The word was that the RS/GT was a wonderful bike...(insert all all the things we all know here), but, he said, you are going to have to deal with two things. One is the rear main seal, and the other is the rear wheel hub bearing. Apparently they are going to need repair at some point- no matter what.

the seal typically will last to the mid 40k to 50k miles. the repair is a 9 hour job if the tech knows his stuff. If you dont catch it early, cound on re-building the clutch too since the engine oil will ruin the clutch.The part is trivial cost. Figure $900 to more depending on who does the work. The rear wheel is a lot less time but the parts costs a little more.

I joined the club knowing all this. Cost of doing business.

If your dealer did not mention something like this... I think you need either a good idea going into it, or walk away.
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post #9 of 11 (permalink) Old Aug 6th, 2007, 9:24 pm Thread Starter
 
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Sage advice

That fits in with what the shop guys were quoting at my local dealership. They didn't know how much it would cost until they pulled the bike apart. I like my dealership because of this type of disclosure (but still wonder why they put this bike on the floor). Thanks for the tip, much appreciated.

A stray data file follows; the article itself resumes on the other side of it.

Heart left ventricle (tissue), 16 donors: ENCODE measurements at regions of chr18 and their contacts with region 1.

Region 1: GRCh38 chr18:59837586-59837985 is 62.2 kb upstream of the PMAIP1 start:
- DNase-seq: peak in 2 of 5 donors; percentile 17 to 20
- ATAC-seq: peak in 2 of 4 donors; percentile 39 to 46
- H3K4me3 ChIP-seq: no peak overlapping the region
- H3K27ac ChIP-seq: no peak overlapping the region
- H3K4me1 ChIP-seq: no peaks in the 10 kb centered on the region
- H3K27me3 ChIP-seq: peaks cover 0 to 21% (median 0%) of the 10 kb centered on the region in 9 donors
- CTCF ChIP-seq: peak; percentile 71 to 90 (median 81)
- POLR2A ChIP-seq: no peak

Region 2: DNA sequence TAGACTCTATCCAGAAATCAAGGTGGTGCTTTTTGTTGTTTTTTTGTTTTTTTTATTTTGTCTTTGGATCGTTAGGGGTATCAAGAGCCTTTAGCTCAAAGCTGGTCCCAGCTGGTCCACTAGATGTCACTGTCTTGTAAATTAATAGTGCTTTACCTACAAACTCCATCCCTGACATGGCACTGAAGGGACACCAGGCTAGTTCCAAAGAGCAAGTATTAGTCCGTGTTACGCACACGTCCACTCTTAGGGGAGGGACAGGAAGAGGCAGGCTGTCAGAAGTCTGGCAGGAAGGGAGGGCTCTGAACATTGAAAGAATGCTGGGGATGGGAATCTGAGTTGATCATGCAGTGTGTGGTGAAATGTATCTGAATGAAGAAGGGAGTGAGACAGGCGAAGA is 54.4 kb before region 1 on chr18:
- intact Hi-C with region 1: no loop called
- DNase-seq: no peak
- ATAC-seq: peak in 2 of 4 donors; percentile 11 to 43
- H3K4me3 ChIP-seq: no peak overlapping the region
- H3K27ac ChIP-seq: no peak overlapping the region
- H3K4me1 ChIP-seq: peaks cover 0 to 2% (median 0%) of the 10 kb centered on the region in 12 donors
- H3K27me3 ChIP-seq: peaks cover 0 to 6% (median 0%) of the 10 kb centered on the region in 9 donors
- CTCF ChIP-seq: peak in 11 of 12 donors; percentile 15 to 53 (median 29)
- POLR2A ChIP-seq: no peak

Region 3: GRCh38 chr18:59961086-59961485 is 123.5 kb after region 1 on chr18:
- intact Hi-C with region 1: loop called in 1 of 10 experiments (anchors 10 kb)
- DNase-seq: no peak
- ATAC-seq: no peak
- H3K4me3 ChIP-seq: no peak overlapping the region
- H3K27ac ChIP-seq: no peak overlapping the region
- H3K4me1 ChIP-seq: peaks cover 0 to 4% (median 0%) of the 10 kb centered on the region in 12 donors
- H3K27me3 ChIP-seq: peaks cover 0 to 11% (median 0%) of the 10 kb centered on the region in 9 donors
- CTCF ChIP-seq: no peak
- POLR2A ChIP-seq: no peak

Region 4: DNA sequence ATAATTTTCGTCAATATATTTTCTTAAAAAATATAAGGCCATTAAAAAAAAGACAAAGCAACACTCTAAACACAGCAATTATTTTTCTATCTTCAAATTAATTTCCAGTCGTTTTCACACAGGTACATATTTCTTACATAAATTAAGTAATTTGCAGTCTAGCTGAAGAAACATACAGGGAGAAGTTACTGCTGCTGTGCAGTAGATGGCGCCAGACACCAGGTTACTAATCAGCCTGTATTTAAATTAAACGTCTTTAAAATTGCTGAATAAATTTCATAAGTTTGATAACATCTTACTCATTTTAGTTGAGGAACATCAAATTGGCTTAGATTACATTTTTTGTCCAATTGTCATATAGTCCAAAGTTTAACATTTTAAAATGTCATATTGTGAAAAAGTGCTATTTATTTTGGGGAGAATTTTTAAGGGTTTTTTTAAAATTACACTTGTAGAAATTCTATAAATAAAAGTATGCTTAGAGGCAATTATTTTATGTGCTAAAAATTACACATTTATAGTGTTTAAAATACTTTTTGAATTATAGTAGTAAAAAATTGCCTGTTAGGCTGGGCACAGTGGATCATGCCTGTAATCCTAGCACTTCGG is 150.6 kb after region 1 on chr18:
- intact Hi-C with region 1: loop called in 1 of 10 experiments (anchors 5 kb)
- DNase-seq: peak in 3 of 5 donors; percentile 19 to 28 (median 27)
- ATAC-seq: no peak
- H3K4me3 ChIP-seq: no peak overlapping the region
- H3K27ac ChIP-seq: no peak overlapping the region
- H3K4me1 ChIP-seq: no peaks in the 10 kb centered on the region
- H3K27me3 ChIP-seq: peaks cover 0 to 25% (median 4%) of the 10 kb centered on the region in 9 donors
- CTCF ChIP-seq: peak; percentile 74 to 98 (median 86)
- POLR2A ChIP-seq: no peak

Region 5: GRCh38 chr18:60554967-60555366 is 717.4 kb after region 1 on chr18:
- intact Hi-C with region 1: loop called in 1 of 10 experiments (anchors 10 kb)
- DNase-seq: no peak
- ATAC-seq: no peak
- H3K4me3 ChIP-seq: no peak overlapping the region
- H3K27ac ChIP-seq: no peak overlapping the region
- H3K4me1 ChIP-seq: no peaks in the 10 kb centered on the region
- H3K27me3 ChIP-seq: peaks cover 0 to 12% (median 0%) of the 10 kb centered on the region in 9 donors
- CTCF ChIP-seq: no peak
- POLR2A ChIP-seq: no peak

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post #10 of 11 (permalink) Old Aug 7th, 2007, 11:10 am
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I just had the rear main seal replaced, along with the clutch and the clutch slave cylinder. It ended up costing around $1k having a friend do it (mostly parts, a little bit of labor), I think the dealer would have charged around $1400. The leaking fluid from the case is usually diagnosed as a) clutch slave cylinder (which would be brake fluid), the cheaper fix, or b) the rear main seal (which would be oil), the expensive fix which requires the clutch removed. There was a question about replacing the clutch, since it seemed relatively oil free (I caught the problem early on), but since it was all apart and the bike was approaching 50k we opted to change lots of parts. It was long and expensive, but the clutch now works like butter.